Undiscovered markets, and therefore on the whole untapped, can be an excellent investment opportunity. Think of the BRIC countries ten years ago and the associated level of risk, and now look how the economies of Brazil, Russia, India and China have grown. Now think about the next upcoming economies, such as Africa and the Middle East, and get in there early. But be prepared to take the risk as there are of course no guarantees.


Although India hasn’t steered a completely steady path since the start of the year, it definitely presents a clear opportunity for the investor who is prepared to take a risk on this economy full of potential.

It could be you

Someone has to win the lottery, so why not you? Even if you have no significant cash for major investments, the simple one pound purchase of a lottery ticket or scratch card could turn your fortunes around in a matter of seconds. So dig out your spare pennies because it could be your lucky day!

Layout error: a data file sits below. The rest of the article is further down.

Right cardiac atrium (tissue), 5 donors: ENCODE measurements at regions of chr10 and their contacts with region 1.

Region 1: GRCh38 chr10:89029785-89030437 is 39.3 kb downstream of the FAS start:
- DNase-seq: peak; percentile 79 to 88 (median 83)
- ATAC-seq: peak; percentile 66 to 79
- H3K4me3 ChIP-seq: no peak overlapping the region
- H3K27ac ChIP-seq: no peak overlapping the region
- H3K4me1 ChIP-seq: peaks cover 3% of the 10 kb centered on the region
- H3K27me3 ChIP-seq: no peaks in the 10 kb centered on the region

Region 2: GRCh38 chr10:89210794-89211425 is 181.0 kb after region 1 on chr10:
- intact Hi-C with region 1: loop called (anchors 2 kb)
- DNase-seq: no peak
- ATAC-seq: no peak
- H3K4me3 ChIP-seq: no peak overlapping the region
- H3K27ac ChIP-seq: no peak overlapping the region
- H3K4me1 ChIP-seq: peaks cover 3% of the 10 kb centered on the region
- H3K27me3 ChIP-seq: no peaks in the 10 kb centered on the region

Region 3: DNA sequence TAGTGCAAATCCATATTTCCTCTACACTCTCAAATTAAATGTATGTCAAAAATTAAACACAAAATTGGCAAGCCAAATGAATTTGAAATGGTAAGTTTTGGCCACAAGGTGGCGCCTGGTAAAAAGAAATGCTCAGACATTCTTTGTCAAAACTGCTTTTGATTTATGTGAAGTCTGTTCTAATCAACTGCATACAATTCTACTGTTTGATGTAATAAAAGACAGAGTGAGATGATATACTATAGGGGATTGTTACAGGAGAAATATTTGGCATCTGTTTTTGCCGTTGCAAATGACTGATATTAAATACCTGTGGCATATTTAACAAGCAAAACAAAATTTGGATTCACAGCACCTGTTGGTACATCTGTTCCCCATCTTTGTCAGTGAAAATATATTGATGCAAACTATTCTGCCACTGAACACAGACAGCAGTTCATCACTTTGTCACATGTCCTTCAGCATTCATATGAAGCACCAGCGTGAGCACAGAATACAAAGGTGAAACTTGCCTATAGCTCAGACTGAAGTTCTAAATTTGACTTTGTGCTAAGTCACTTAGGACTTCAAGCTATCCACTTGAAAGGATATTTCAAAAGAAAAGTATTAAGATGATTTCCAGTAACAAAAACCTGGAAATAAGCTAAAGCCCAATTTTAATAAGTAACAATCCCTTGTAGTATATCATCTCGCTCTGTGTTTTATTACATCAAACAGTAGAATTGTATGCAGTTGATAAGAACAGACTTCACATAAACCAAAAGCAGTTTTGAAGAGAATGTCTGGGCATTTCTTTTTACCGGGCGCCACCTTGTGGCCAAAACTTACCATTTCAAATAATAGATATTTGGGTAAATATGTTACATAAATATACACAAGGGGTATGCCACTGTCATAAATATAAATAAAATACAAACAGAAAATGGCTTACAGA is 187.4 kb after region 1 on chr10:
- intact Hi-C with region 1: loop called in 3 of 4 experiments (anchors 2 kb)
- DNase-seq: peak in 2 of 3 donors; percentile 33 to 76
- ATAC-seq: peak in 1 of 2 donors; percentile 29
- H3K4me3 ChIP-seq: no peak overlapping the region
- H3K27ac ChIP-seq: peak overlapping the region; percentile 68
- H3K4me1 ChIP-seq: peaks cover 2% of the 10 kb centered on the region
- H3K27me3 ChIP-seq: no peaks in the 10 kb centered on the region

you will need £200,000.00 to £500,000.00 to get your £2,000.00 per month income .

There are some high paying dividend stocks that are secure to invest in paying as much as 5% to 10% or even higher.

Nice post though


Thanks Schman

We are producing more free reports each month and really appreciate feedback from our readers


Nice tips, could do with another 25 and then might be able to retire:)

Jane Kerr

Hey, these are really good tips. It’s not like tips about stock picking or investment picking. Your tips are really diversified and are not all related to the financial markets. Can we have some more please? Cheerio Jane